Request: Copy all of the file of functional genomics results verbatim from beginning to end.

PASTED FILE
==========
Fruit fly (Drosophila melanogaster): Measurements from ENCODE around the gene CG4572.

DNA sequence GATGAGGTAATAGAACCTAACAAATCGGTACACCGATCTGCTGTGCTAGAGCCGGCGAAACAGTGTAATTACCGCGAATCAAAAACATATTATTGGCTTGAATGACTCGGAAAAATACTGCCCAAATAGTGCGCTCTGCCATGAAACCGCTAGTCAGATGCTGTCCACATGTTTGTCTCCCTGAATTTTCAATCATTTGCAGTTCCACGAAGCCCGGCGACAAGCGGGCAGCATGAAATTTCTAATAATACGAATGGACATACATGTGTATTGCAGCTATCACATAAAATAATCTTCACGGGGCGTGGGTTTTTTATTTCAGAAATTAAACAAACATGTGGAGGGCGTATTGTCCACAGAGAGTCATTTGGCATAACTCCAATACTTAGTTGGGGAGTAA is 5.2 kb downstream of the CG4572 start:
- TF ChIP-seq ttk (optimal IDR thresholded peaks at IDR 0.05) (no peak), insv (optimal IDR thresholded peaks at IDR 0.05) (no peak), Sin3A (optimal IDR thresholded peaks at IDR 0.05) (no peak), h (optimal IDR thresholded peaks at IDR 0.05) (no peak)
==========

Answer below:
Fruit fly (Drosophila melanogaster): Measurements from ENCODE around the gene CG4572.

DNA sequence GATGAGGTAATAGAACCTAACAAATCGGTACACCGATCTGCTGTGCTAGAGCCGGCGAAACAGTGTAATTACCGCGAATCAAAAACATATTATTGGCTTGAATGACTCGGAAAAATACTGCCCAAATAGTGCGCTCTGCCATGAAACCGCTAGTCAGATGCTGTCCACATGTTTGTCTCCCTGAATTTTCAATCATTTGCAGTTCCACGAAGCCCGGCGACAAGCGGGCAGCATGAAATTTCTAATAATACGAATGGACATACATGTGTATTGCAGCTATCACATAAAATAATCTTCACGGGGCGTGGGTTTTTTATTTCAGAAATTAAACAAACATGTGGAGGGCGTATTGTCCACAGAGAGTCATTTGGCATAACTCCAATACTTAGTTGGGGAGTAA is 5.2 kb downstream of the CG4572 start:
- TF ChIP-seq ttk (optimal IDR thresholded peaks at IDR 0.05) (no peak), insv (optimal IDR thresholded peaks at IDR 0.05) (no peak), Sin3A (optimal IDR thresholded peaks at IDR 0.05) (no peak), h (optimal IDR thresholded peaks at IDR 0.05) (no peak)